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Friday, October 30, 2015

Election Day November 3, 2015 issues


art credit: montgomerynews.com

Election Day November 3, 2015
For a look at the ballot initiatives that residents of Cuyahoga County will vote on next Tuesday, see a sample ballot in PDF format at the Cuyahoga County Board of Elections website here.  (You’ll need to enter your ward number and precinct letter; you will have those details on the voter registration card you received in the mail from the BoE.)
Some of the issues on the ballot fall under the Tea Party Patriot platform of fiscal responsibility and free markets.

If you are already confused because ballot Issues #2 (anti-monopoly) and #3 (legalize marijuana in Ohio) seem to be in conflict with each other, below are remarks by Ohio Senator Larry Obhof (R-Ohio Senate District 22) on what voters need to know about Issues 2 and 3 (h/t Ohio Christian Alliance Click here for OCA Voter Guide):
Issue 2 is specifically limited to initiatives that would purport to grant a private interest or group of private interests a “monopoly, oligopoly, or cartel” or a preferential tax rate or commercial right that is not “available to other similarly situated persons.”  It would not affect citizen-led initiatives, unless they are designed to give someone a monopoly or a special tax rate not available to similarly situated persons.
 
Issue 2 will protect the Ohio Constitution from special interests buying their way into the state’s foundational document.  Frankly, this is long overdue and should have been proposed after the casino amendment a few years ago.  Carve-outs for specific investors, protections from competition, the addresses of particular businesses … these things do not belong in the Ohio Constitution.  
 
Regardless of one’s position on the Issue, [some of the information being promoted concerning these issues is misleading or incorrect, as per below]:

1.   Statement: “There is no judicial review over the ballot board decision.”
This is simply wrong and is contradicted by the plain text of Issue. Section C clearly provides for judicial review and states that “The supreme court of Ohio shall have original, exclusive jurisdiction in any action that relates to this section.”
2. Statement: “This restriction could extend to issues such as ballot initiatives for workplace freedom, protection of life, etc.”  
Issue 2 would not affect a "workplace freedom amendment."  A workplace freedom amendment would not grant a “monopoly, oligopoly, or cartel” and it would not specify a tax rate or commercial right or license that is not available to similarly situated persons.  And keep in mind that even under Issue 2, one could specify a tax rate or provide commercial rights or licenses.  Issue 2 only affects such initiatives if they would carve out a special tax rate for a small group of people that is not available to other, similarly situated persons.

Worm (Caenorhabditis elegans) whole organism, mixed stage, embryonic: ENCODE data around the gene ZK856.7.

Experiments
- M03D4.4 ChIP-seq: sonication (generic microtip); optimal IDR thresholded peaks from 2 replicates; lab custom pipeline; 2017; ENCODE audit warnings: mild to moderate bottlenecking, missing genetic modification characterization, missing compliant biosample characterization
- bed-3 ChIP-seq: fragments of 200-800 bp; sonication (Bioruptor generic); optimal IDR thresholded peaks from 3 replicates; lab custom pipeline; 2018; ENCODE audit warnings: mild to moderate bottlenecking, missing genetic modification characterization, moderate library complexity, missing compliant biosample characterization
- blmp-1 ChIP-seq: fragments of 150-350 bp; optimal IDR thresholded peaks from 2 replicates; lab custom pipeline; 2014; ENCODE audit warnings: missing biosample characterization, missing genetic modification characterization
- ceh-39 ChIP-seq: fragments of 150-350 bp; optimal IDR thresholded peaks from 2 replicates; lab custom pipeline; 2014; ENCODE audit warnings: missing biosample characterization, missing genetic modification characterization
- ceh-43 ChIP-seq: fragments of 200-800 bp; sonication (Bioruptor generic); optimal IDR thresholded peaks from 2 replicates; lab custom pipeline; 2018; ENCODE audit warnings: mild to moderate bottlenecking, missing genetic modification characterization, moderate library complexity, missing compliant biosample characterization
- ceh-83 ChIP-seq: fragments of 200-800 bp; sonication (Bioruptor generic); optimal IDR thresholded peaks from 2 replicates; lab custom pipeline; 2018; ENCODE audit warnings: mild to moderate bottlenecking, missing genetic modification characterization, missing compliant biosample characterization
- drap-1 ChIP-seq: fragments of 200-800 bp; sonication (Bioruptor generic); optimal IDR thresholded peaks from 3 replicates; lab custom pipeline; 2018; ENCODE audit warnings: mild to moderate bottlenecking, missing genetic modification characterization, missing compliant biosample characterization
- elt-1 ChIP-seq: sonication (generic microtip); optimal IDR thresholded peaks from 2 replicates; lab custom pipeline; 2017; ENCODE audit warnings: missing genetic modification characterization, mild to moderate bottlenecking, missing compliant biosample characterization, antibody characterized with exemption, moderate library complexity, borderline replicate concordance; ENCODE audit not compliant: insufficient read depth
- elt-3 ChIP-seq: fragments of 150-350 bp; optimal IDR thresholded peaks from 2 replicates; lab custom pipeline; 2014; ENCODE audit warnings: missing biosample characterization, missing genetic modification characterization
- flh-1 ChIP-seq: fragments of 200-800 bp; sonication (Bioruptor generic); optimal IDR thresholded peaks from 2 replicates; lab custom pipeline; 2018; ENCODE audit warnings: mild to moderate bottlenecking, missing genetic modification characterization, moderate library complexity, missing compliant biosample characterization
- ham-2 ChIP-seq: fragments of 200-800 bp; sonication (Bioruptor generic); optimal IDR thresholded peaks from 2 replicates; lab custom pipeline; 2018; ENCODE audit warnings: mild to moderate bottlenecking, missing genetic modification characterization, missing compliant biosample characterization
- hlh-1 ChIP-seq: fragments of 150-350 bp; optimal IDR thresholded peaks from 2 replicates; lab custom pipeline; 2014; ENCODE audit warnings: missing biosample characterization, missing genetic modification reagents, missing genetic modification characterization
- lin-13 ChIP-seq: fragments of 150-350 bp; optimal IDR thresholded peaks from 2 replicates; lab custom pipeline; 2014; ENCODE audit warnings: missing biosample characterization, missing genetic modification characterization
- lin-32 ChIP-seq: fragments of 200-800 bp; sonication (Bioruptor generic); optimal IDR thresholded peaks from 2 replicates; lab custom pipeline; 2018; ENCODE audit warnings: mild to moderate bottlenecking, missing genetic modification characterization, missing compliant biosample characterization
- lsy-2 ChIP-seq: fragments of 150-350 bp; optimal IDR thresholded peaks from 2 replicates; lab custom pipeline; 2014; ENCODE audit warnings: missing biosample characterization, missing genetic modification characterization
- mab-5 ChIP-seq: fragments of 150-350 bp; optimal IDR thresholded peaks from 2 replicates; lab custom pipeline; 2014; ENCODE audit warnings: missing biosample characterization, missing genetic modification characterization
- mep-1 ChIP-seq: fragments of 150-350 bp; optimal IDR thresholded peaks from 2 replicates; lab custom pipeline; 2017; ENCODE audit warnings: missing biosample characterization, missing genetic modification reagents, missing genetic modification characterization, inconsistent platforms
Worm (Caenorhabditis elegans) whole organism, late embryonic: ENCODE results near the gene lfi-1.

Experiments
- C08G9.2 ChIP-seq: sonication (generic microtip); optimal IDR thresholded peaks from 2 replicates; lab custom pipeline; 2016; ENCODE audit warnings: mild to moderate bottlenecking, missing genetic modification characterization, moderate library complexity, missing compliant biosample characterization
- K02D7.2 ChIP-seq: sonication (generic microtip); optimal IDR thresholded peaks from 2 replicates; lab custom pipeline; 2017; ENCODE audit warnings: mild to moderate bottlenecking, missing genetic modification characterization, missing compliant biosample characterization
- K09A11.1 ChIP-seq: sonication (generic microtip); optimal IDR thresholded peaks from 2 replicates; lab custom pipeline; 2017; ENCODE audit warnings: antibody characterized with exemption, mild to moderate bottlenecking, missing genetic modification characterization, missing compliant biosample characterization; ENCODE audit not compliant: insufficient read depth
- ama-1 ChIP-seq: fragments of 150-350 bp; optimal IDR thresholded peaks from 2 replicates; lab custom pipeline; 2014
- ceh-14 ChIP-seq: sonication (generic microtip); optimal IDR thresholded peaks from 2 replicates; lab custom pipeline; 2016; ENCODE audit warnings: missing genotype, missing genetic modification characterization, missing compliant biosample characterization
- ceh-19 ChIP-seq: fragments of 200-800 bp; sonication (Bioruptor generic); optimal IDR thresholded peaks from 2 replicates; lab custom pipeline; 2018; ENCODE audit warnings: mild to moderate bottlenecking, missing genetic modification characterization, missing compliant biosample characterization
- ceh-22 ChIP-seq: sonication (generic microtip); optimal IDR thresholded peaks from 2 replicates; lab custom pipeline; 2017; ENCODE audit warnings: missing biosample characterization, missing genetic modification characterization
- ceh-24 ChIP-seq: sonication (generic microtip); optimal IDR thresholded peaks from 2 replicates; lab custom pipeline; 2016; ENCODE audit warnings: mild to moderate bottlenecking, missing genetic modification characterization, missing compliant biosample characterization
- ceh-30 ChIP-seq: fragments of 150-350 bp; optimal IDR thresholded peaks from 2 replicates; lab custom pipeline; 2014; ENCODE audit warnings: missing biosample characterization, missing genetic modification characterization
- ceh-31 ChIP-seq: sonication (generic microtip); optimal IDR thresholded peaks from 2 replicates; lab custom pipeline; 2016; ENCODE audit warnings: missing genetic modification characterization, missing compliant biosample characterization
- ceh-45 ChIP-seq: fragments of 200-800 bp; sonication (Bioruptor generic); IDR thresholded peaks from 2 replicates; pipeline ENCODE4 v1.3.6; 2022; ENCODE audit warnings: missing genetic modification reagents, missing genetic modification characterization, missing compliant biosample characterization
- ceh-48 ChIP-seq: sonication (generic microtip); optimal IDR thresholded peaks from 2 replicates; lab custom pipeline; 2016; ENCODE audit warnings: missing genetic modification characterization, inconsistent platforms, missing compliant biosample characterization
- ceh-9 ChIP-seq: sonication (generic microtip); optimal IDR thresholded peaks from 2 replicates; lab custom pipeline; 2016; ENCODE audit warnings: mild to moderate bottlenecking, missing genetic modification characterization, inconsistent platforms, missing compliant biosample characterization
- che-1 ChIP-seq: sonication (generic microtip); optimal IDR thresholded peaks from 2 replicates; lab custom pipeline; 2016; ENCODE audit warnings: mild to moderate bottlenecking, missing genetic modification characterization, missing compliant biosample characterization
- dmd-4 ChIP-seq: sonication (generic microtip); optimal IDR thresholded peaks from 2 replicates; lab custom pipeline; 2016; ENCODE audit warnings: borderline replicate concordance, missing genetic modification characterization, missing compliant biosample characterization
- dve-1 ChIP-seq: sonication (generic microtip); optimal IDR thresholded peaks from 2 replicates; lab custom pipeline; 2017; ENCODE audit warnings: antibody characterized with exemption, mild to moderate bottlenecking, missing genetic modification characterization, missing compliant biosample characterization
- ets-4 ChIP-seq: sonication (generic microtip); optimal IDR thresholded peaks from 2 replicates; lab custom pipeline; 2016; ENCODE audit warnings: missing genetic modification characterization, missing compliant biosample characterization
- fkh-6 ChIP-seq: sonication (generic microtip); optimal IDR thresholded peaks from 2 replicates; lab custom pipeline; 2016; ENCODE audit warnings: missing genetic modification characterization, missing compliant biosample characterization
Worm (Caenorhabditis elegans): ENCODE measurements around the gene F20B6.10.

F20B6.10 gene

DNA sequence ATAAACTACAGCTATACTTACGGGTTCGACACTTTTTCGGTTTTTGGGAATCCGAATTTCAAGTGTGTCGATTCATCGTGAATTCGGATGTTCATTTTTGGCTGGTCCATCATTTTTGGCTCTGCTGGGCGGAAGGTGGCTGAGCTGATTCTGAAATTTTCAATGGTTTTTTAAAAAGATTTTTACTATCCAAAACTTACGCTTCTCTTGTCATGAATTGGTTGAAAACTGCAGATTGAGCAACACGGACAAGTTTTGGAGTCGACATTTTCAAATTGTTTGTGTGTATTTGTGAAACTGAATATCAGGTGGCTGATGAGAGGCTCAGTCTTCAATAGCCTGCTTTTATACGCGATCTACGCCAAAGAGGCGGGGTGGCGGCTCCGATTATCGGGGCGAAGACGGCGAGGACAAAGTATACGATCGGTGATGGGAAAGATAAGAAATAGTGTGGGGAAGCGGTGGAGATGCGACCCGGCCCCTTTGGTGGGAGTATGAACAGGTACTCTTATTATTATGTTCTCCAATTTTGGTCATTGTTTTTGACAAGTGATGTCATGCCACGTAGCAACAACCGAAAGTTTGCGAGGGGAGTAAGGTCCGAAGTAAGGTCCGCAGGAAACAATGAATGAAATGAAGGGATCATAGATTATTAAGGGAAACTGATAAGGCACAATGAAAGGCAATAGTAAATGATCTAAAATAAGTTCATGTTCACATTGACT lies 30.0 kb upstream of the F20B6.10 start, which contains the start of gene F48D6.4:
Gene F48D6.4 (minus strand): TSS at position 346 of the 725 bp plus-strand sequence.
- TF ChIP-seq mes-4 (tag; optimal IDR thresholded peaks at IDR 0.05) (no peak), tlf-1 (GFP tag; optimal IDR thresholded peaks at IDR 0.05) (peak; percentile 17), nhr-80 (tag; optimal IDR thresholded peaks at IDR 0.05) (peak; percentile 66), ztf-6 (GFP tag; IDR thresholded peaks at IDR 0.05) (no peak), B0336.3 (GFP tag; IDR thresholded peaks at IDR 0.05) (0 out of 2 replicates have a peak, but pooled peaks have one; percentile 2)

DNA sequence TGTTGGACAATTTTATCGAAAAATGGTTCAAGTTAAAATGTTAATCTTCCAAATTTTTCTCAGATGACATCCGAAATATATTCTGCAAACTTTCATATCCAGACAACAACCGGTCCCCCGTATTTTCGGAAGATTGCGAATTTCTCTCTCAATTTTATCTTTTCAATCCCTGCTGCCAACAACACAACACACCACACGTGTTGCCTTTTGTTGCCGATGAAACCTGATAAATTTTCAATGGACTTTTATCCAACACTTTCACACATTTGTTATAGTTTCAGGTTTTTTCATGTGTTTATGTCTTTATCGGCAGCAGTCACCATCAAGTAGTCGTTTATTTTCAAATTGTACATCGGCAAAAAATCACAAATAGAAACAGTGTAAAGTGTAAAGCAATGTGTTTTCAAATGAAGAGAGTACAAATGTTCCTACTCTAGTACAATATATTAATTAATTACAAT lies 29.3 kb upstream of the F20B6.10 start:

[Senator Obhof] cannot think of any logical basis for saying that Issue 2 would affect an initiative related to “protection of life.”  It is hard to conceive of a pro-life ballot initiative that would also grant someone a monopoly, or a special tax carve-out or commercial license not available to similarly situated persons.     

3. Statement: “Consider this scenario:  If Issue 2 had been in the Constitution prior to now, the effort that many concerned citizens launched to limit strip clubs’ hours of operation and activities, should it have needed to be placed on the ballot, would be subject to Issue 2’s provisions, as it would be deemed to limit the commercial activity of a state license holder (alcohol establishments).”  
Issue 2 would not apply to this scenario.  Issue 2 only applies to attempts to “grant or create a monopoly, oligopoly, or cartel” or a preferential tax rate or commercial right that is not “available to other similarly situated persons.”  It would not affect an initiative to limit clubs’ hours or activities.  It would not even affect a ban on such clubs, unless the ban carved out specific clubs for special treatment (i.e., closing all clubs except for 10 of them, or closing all clubs except those owned by a specific operator or group of operators).   

4. Statement:  “If a citizen’s initiative goes before the Ballot Board there is no judicial recourse for the citizens to challenge the ruling by the Supreme Court.”  
First, this contradicts the earlier statement that there is no judicial review over the ballot board’s decision.  Obviously, review by the Ohio Supreme Court is “judicial review.”   
Second, the scope of review is not more or less under Issue 2 than it is for any other party in Ohio’s court system.  What does it mean to say “there is no judicial recourse … to challenge the ruling by the Supreme Court”?  When does anyone challenge a ruling by the Supreme Court?  On questions of state law, the Ohio Supreme Court is the court of last resort.  That is not any different under Issue 2 than it would be if you and I sued each other under state law.   
Thanks to Sen. Obhof for setting the record straight.
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